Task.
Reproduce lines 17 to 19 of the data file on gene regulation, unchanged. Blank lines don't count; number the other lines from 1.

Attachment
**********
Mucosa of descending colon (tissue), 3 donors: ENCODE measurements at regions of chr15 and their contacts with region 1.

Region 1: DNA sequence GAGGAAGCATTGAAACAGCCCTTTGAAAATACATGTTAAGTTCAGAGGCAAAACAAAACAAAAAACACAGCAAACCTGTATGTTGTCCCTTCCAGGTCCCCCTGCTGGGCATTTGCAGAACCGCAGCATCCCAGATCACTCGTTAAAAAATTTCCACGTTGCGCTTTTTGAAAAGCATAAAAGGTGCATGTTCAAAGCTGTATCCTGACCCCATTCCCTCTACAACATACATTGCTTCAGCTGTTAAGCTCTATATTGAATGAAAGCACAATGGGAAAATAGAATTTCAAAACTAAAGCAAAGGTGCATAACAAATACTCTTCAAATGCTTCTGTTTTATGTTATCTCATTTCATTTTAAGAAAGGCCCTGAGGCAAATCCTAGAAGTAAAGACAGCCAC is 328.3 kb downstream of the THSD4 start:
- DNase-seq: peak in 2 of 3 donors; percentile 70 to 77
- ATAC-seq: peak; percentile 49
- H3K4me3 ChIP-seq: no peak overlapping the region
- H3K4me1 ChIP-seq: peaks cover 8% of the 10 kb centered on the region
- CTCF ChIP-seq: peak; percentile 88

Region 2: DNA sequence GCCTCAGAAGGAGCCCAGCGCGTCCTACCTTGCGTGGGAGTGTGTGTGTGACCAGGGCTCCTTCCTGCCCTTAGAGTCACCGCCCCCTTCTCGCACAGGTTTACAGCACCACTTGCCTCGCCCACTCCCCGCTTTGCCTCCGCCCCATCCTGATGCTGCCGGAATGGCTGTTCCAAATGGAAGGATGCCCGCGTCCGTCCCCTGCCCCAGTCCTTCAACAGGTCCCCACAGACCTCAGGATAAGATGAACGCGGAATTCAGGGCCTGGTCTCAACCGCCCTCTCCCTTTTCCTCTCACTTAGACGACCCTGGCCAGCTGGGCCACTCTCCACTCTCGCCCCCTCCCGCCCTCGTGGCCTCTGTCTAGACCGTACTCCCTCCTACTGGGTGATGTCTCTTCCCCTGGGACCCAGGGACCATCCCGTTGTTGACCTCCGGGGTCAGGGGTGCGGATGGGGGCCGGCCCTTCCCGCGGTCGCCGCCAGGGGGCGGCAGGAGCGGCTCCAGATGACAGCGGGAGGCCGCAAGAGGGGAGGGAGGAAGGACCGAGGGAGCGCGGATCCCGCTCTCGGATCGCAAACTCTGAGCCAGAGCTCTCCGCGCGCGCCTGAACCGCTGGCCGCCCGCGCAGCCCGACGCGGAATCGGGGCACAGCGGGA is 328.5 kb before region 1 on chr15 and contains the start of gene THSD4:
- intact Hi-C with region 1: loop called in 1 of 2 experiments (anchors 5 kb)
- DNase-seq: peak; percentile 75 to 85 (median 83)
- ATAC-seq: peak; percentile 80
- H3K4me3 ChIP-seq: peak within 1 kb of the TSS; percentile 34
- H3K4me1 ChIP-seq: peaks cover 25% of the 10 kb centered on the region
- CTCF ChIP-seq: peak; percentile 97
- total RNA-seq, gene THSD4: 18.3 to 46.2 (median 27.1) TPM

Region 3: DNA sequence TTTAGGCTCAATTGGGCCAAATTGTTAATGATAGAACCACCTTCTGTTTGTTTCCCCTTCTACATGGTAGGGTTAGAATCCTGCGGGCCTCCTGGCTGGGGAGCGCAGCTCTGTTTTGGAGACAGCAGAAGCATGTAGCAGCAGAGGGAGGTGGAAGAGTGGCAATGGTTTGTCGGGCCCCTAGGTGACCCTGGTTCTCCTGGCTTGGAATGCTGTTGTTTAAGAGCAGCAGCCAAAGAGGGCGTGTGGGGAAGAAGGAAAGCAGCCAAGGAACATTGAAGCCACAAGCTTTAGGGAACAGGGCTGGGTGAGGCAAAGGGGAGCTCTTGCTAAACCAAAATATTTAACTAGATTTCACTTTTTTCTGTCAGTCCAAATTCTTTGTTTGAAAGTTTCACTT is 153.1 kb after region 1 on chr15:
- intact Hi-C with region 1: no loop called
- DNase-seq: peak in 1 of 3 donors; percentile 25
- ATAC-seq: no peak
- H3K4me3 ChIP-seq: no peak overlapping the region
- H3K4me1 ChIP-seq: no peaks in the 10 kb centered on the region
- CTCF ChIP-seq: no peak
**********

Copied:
- intact Hi-C with region 1: no loop called
- DNase-seq: peak in 1 of 3 donors; percentile 25
- ATAC-seq: no peak